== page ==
So, next time you come across that one guy who says hemp users are lazy, tell him to try saying so about the literal Queen of Victorian England. No response from him? Yep, that’s what we thought.

  • Cannabis and coffee have a years-long relationship!

  • This ties back into the rich history of cannabis recipes, but we still think it’s important to dig deeper into the plant’s relationship with our favorite caffeinated beverage! Besides, did you know that King Charles II tried to ban coffee houses during his reign? Well, neither did we! 

    CBD writer Zoe Hudson says so herself in her 2022 article about this “intertwined” cannabis-coffee relationship. According to Hudson, even though King Charles II’s ban only lasted for a few days – in contrast to the years-long legal war with CBD that still persists today – both cannabis and coffee rose to fame quickly. Hudson also indicates that both the plant and the beverage appealed to the masses because they inspired creativity, motivation and productivity. 

  •  John F. Kennedy may have smoked CBD during his presidency!

  • “DID YOU KNOW? JFK SMOKED CANNABIS IN THE WHITE HOUSE, WHILE PRESIDENT, BECAUSE HE SUFFERED FROM SEVERE BACK PAIN & ADDISON’S DISEASE,” read a social media post by Canadian comedian Tommy Chong, the post containing a meme-esque black-and-white photo of Kennedy smoking a joint. 

    Fact-checking sites Snopes and PolitiFact would both dispute the claim. The former indicates that the rumor about Kennedy and cannabis existed way before social media was invented, the rumor first circulating in a 1984 New York Times article. (The social media post is also currently flagged as misinformation on Instagram.)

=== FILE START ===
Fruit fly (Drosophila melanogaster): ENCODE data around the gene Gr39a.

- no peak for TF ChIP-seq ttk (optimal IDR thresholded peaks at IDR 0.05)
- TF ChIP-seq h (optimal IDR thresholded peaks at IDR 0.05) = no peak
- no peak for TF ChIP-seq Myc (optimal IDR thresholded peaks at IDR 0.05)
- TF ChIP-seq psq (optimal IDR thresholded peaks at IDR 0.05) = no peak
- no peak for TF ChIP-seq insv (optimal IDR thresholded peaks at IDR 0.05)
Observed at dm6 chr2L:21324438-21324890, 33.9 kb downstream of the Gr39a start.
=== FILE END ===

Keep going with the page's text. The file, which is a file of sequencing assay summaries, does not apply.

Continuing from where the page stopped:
According to both Snopes and PolitiFact, the only reliable information available on Kennedy’s relationship with the leaf are accounts from two individuals: Mary Meyer and James Truitt. According to Truitt, a former Washington Post editor, Meyer – believed to have been Kennedy’s mistress – once claimed during a 1976 National Enquirer interview that she and Kennedy smoked cannabis together while his wife, Jackie, was away. Truitt also added that Kennedy smoked three cannabis joints on that day. 

    However, whether or not Meyer and Truitt’s accounts were true is still up for debate (after all, this is Kennedy’s Other Woman and a paid journalist we’re talking about here). And Kennedy’s medical records (now sitting at the John F. Kennedy Presidential Library) don’t say anything about cannabis to treat his ailments.

    We guess no one will truly know except Kennedy himself, and dead presidents tell no tales. But wouldn’t the Kennedy-cannabis argument make for great Thanksgiving Day conversation? 


    Now that we know a little more about our highly misunderstood flower, what’s the takeaway here?

    For one thing, there are many different uses for hemp besides consumption. You can use it to make clothing, as a relaxing fragrance, and much more! And there surely must be some merit to CBD if some of the most influential historical figures used it for their daily routines, raving over its benefits and even going so far as to encourage others to plant it or use it!

    Of course, this doesn’t mean that this plant is the answer to all of our problems. What it does mean, however, is that we have to learn more about a topic before we form an opinion about it. There are a lot of myths about cannabis out there. Very persistent ones that scare us out of educating ourselves and others about CBD’s benefits and how to use it wisely. 

    The good news is that more research and news stories are popping up on the Internet that are separating the truth about hemp from the myths, and just like CBD products themselves, the increase in education about the plant is an ongoing trend that probably isn’t stopping anytime soon.

    (*DISCLAIMER: The information above is not a substitute for medical advice. If you are considering adding hemp to your daily routine, consult your medical professional.)